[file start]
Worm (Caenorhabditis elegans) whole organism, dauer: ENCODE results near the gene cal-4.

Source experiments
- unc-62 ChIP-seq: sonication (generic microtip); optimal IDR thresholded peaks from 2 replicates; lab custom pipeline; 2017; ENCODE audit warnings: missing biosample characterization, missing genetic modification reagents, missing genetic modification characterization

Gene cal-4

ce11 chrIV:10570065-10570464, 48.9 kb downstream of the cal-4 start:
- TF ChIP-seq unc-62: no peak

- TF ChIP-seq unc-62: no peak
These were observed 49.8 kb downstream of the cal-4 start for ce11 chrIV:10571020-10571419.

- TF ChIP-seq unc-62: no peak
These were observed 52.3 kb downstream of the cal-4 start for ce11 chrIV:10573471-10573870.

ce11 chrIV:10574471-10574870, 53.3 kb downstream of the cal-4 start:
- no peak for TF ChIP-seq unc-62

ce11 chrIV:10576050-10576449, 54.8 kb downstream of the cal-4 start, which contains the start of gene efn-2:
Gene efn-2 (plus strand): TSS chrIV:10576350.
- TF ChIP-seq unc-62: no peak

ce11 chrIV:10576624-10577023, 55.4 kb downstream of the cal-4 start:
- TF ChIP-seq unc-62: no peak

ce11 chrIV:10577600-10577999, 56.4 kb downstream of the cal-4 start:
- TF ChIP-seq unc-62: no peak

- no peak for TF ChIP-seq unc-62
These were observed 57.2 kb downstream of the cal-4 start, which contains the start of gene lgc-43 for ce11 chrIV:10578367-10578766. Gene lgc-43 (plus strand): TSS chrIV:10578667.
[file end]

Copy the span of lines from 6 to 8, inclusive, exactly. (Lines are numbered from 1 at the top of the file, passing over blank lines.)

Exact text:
- TF ChIP-seq unc-62: no peak

- TF ChIP-seq unc-62: no peak
These were observed 49.8 kb downstream of the cal-4 start for ce11 chrIV:10571020-10571419.